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NLRB Upholds Employer’s Confidentiality and Media Contact Rule; Can Your Rules Withstand This Clarified Test?

Recently, on October 10, 2019, the National Labor Relations Board (“NLRB”) held, in LA Specialty Produce Co., 368 NLRB No. 93, that an employer’s broad confidentiality and non-disclosure rule and its strong media contact rule were lawful.  In reaching this decision, the NLRB applied and clarified its new Boeing standard.

LA Specialty Produce Company (“LA Specialty”) is a wholesale distributor of produce and specialty foods.  LA Specialty’s Employee Manual contained a “Confidentiality and Non-Disclosure rule” in addition to a “Media Contact rule,” similar to those found readily in many organizations’ employee handbooks or policies.  In particular, the two rules stated:

  • “Every employee is responsible for protecting any and all information that is used, acquired or added to regarding matters that are confidential and proprietary of [employer] including but not limited to client/vendor lists.”
  • “Employees approached for interview and/or comments by the news media, cannot provide them with any information. Our President, Michael Glick, is the only person authorized and designated to comment on Company policies or any event that may affect our organization.”

Teamsters Local 70 of the International Brotherhood of Teamsters, filed a claim with the NLRB in which it alleged that the aforementioned rules violated Section 7 of the National Labor Relations Act (“NLRA”).  In relevant part, Section 7 of the NLRA provides that employees have the right to “self-organization, to form, join, or assist labor organizations, to bargain collectively through representatives of their own choosing, and to engage in other concerted activities for the purpose of collective bargaining or other mutual aid or protection.”

In reaching its decision that the rules do not violate the NLRA, the Board first clarified the test it established in Boeing Company, 365 NLRB No. 154 (2017), to determine whether a facially neutral rule, reasonably interpreted, would potentially interfere with the exercise of employees’ NLRA rights.  In Boeing, the NLRB held that in making this determination, the Board must “evaluate . . . (i) the nature and extent of the potential impact on NLRA rights, and (ii) legitimate justifications associated with the rule.”  Further, the NLRB stated that challenged facially neutral work rules would in the future fall within three separate categories: 1) rules that the Board designates as lawful to maintain; 2) rules that warrant individualized scrutiny; and 3) rules that the Board designates as unlawful to maintain.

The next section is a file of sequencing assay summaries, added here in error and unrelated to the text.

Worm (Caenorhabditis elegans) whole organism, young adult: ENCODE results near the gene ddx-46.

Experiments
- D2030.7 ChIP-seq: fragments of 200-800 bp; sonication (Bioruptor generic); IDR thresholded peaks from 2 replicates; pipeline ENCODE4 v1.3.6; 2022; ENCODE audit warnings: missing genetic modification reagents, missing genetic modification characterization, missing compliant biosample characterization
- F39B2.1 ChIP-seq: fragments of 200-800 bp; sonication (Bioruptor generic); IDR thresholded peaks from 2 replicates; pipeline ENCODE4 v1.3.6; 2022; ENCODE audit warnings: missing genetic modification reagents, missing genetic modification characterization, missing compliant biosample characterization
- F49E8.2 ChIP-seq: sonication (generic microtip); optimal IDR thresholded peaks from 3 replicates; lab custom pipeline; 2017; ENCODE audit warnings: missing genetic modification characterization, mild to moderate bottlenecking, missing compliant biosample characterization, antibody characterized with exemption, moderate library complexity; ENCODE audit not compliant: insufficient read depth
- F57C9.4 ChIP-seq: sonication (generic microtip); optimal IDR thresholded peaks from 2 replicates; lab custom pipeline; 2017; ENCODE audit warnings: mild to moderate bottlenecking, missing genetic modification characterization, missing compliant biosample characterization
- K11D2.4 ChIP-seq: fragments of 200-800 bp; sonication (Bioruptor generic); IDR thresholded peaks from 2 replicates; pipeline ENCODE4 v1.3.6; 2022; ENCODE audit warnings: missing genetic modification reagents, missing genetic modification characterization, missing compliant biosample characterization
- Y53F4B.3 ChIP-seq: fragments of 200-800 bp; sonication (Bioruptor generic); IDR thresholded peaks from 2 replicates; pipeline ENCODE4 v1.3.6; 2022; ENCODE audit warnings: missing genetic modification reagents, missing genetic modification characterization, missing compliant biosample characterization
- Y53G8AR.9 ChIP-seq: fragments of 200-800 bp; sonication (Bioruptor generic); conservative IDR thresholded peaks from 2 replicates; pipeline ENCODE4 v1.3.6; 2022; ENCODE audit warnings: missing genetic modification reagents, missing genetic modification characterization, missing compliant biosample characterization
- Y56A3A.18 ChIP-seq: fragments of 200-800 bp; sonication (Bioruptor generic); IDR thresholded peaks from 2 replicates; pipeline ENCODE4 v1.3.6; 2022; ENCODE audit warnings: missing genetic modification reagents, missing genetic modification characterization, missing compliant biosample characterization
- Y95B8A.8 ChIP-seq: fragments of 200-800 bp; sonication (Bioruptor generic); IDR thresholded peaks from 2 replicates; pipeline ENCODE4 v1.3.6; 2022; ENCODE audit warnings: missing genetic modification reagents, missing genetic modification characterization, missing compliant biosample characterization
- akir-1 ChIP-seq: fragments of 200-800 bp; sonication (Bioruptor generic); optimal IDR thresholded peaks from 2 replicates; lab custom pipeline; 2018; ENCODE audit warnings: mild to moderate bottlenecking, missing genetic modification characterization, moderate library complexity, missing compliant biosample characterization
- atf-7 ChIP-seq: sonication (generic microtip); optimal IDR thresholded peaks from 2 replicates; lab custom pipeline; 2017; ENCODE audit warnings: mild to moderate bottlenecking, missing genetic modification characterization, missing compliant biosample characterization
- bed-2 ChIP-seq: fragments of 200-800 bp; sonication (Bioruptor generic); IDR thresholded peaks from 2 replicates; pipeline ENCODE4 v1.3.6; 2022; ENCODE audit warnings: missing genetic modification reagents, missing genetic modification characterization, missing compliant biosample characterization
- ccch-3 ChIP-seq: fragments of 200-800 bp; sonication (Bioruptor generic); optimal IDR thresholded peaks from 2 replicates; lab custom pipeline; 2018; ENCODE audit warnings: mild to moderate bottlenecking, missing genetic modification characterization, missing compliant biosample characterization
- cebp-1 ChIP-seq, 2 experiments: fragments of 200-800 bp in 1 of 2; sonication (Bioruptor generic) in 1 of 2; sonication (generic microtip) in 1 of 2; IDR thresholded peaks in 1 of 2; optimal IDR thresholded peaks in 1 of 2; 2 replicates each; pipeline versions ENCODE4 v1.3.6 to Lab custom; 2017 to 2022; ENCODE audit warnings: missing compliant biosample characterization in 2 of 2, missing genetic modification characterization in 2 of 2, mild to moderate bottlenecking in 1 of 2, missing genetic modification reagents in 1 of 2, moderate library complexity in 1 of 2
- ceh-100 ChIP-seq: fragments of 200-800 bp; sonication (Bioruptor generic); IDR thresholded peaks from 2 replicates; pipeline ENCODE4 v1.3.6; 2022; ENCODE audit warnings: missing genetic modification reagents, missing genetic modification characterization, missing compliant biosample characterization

In LA Specialty, the NLRB provided some “points of clarification for the guidance of parties in future litigation.”  First, according to the Board, the NLRB General Counsel must first satisfy its initial burden to prove that a facially neutral rule would in context be interpreted by a reasonable employee to potentially interfere with the employee’s exercise of her Section 7 rights.  If the General Counsel fails to meet this burden, the inquiry ends and the rule is deemed lawful.  If this burden is met, then the Board must apply the Boeing balancing test to determine under which category the rule falls.

Applying the aforementioned balancing test and framework, the NLRB held that both of LA Specialty’s rules were lawful.  In particular, the Confidentiality rule was deemed to be lawful because it limited only an employee’s disclosure of LA Specialty’s “nonpublic, proprietary records,” which an objectively reasonable employee could not interpret as potentially interfering with the exercise of an employee’s Section 7 rights. Likewise, the Media Contact rule was also held to be lawful.  NLRB held that the rule did not infringe on employees’ rights to communicate to the media their personal opinions about wages, hours, or working conditions, because it prohibited employees only from speaking on LA Specialty’s behalf – a right not afforded to employees under the NLRA.  The Board further held that a reasonable employee could only understand this rule to preclude the employee “from speaking on behalf of [the employer] when approached for comment,” and not as a blanket prohibition on employees’ ability to speak with the media on any matter relating to their work at LA Specialty.

When drafting employee handbooks or workplace policies, employers should refer to the guidelines set forth in Boeing and LA Specialty to avoid any possible violations of employees’ rights Section 7 of the NLRA.

About The Author

Adler Pollock & Sheehan P.C.

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